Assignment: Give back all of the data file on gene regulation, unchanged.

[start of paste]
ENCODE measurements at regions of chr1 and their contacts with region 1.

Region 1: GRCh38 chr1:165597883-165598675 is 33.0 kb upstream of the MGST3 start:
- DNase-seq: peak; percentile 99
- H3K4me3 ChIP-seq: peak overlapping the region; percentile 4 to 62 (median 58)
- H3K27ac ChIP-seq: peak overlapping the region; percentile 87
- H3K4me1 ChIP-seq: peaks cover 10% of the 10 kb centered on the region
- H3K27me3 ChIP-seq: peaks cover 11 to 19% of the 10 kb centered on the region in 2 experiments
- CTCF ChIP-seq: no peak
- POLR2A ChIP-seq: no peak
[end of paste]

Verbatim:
ENCODE measurements at regions of chr1 and their contacts with region 1.

Region 1: GRCh38 chr1:165597883-165598675 is 33.0 kb upstream of the MGST3 start:
- DNase-seq: peak; percentile 99
- H3K4me3 ChIP-seq: peak overlapping the region; percentile 4 to 62 (median 58)
- H3K27ac ChIP-seq: peak overlapping the region; percentile 87
- H3K4me1 ChIP-seq: peaks cover 10% of the 10 kb centered on the region
- H3K27me3 ChIP-seq: peaks cover 11 to 19% of the 10 kb centered on the region in 2 experiments
- CTCF ChIP-seq: no peak
- POLR2A ChIP-seq: no peak